In any Swiss-system tournaments, it is inevitable for players to end up with the same score. The only resolution to decide who gets to enter the Top 8 is through Tie-breaker.

In this article, we’ll explore the various types of Tie-breakers commonly employed and the strength and weakness of each system. At the end of the article, I will suggest a new form of Tie-breaker that can be employed easily on pen and paper.


2-1-0-(-1) (pronounced as Two-One-Zero-Negative One) is a simple system where players are awarded points based on their performance for each match.

W:L = Amount of points
2:0 = 2 points
2:1 = 1 point
1:2 = 0 point
0:2 = -1 point

This system is simple and can be easily employed on pen and paper. However, the biggest flaw is the fact that a player with a 2:0 win is essentially gaining two times more points than a player with a 2:1 win. To illustrate this scenario:
Player A has won 4 games with a 2:1 win each. His total score is 4 points.
Player B has won 2 games with a 2:0 win each. His current total score is 4 points as well.

Although Player A has won more games, he is awarded the same amount of points as Player B who has only completed 2 games. The only way for Player B to lose out to Player A is to lose at least one match with a 0:2 record. Player A is obviously at a disadvantage even though he has won all his matches.

Additionally, this system heavily favors meta decks due to the simple fact that meta decks have a higher chance of winning the first game (before side-decking), hence largely increasing the chances of getting a 2:0 win.


Similar to the 2-1-0-(-1) system, the players are awarded points according to their performance for each match.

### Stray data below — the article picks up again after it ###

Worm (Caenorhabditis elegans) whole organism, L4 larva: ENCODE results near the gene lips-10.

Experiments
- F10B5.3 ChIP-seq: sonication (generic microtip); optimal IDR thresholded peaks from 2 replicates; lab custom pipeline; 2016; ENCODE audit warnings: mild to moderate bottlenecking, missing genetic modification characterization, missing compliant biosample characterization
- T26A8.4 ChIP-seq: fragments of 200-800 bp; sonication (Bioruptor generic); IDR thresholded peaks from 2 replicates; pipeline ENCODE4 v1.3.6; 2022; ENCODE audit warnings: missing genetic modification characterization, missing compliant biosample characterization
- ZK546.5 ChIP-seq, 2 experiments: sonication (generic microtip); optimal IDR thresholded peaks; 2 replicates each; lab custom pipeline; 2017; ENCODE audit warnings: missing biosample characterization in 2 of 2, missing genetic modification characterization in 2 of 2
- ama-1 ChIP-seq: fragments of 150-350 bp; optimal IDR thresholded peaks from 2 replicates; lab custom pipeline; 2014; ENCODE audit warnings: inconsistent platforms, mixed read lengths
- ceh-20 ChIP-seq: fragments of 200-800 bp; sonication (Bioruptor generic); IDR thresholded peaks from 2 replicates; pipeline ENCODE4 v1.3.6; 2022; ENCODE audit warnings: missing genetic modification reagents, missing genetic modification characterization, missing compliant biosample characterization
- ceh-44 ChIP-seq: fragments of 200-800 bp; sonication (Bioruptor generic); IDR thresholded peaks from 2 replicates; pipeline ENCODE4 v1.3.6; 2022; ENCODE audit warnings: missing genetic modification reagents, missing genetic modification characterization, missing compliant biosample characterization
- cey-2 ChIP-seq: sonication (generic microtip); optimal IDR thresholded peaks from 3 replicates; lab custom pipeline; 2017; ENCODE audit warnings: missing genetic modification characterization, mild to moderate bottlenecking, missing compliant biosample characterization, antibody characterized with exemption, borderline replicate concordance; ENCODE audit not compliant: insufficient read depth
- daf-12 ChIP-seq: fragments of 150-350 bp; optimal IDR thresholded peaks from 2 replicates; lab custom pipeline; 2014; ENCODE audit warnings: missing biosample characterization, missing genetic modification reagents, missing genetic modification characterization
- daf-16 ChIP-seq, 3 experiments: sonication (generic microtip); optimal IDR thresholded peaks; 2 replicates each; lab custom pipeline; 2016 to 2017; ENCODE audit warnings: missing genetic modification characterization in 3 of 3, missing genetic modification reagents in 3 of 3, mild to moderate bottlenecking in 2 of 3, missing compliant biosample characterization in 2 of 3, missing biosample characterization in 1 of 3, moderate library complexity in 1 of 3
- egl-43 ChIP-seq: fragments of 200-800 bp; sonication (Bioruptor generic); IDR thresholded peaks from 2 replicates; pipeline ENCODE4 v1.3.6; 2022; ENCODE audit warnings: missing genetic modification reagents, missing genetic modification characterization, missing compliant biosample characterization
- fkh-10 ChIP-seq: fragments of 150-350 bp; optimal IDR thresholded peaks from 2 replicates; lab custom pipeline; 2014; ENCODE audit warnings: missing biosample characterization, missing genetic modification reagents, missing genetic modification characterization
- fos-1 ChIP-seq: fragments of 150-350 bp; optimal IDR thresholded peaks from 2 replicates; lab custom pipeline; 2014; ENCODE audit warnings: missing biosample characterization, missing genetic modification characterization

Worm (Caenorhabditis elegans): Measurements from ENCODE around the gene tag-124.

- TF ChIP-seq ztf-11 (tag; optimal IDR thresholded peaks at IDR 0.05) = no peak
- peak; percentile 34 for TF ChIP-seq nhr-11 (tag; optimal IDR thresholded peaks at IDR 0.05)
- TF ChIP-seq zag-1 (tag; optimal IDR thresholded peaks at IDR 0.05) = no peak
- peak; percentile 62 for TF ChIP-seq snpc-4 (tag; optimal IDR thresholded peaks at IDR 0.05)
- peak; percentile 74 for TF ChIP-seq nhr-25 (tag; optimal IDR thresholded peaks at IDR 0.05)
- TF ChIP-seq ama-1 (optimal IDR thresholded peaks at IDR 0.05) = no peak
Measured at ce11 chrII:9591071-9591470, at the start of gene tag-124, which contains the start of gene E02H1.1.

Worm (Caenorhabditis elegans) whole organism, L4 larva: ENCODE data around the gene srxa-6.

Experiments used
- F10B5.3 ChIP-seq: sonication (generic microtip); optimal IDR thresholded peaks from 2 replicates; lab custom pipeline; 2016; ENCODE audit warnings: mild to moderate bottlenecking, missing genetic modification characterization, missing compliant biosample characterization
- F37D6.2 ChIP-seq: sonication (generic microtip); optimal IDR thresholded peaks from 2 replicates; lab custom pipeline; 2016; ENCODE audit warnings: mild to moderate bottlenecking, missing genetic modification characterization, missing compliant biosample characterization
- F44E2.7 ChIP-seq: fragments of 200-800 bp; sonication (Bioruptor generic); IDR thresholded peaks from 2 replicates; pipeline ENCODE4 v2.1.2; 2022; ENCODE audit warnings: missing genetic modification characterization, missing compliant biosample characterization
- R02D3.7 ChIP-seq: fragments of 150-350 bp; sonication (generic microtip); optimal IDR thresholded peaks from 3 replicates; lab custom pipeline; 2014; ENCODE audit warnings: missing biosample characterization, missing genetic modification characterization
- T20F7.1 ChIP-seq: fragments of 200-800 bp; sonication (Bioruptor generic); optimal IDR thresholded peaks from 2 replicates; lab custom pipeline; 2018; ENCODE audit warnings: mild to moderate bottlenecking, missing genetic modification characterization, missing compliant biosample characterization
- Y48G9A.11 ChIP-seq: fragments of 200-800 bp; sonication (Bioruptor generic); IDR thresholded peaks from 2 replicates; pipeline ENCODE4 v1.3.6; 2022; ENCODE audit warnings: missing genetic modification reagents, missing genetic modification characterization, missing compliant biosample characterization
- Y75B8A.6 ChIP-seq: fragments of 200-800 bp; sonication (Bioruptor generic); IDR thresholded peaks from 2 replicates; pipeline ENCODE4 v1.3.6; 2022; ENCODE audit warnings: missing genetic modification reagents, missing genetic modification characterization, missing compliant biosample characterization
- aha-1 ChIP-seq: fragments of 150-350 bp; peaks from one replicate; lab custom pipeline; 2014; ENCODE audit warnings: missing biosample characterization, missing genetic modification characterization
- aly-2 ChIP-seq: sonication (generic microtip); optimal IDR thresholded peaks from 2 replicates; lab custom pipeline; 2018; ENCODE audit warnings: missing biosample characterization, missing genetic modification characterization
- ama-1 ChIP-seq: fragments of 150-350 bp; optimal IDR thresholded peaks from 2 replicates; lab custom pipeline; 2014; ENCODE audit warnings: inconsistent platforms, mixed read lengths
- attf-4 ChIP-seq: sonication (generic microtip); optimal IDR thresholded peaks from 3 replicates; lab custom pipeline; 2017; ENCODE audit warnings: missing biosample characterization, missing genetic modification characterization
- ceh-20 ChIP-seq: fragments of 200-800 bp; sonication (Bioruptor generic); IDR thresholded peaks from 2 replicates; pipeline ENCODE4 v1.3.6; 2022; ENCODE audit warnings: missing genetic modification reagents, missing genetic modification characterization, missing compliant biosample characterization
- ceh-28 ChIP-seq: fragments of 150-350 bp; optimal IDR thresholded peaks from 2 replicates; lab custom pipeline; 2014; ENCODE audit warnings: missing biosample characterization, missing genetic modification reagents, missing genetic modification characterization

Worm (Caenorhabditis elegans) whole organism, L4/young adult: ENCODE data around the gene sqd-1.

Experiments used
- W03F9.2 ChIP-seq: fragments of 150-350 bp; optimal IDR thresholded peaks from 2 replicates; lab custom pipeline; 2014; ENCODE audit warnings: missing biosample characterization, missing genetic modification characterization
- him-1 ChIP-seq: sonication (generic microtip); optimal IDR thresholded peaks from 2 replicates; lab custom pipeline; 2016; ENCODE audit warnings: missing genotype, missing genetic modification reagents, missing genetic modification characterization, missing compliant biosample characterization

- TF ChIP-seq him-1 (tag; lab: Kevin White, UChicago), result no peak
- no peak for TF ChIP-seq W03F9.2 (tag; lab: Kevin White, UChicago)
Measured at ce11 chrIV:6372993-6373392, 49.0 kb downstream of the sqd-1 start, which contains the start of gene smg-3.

W:L = Amount of points
2:0 = 3 points
2:1 = 2 point
1:2 = 1 point
0:2 = 0 point

The main difference for the 3-2-1-0 system is that a 2:0 win does not give such a big advantage anymore. In the same scenario:
Player A has won 4 games with a 2:1 win each. His total score is 8 points.
Player B has won 2 games with a 2:0 win each. His current total score is 6 points.

Player A still retains his advantage of winning more games compared to Player B. However, this system has its flaws as well: conspiracy by players at the last round to rig the scores. Often by the last round of the Swiss, players would often play for 3 points by giving the winner of the match a 2:0 win. This would break the system and result in multiple tied scores at the end.

Magic: The Gathering employs a similar system (3 points for a win, 1 point for a draw, and 0 point for a loss). The top players of the last round would settle for a draw to ensure that both would be able to enter the Top 8, often depriving the rest of a chance to squeeze into the Top 8.

Mantis 3.0

This is system employed by Upper Deck Entertainment for their Yu-Gi-Oh! TCG (now replaced by Konami Digital Entertainment’s Cossy), VS System (discontinued) and World of Warcraft TCG.

Instead of awarding points according to the performance of each match, the players are first ranked according to their number of wins. If the number of wins are tied, the following tie-breaker bonus will be employed:

Tie-breaker Bonus 1 – Win/Loss Sum
This score is determined by the performance of your opponents. For each game your opponent has won, you will be awarded 1 point, and for each game that they loss, you will receive -1 point.

For example:
Player A has played against 4 players –
Opponent 1: 0 win 4 loss = -4 points
Opponent 2: 1 win 3 loss = -2 points
Opponent 3: 2 win 2 loss = 0 points
Opponent 4: 3 win 1 loss = 2 points
The tie-breaker 1 for Player A would be -4.

Tie-breaker Bonus 2 – First Tie-breaker Sum
This is determined by the performance of the players that your opponents played against. The Tie-breaker Bonus 1 of all your opponent is added together and equate to your Tie-breaker Bonus 2.

Tie-breaker Bonus 3 – Timing
This is determined by your personal performance; the later you lose in the tournament, the higher your Tie-breaker Bonus 3 will be. The formula to calculate this number is the sum of the squares of the rounds that you lost in.

Source: UD Official Tournament Policy Jan 12

This a good system that has served UDE well for many tournaments. The only problem is the requirement of a computer to run the program, which is largely restricted by the tournament venue.


Blog Stats

  • 213,784 hits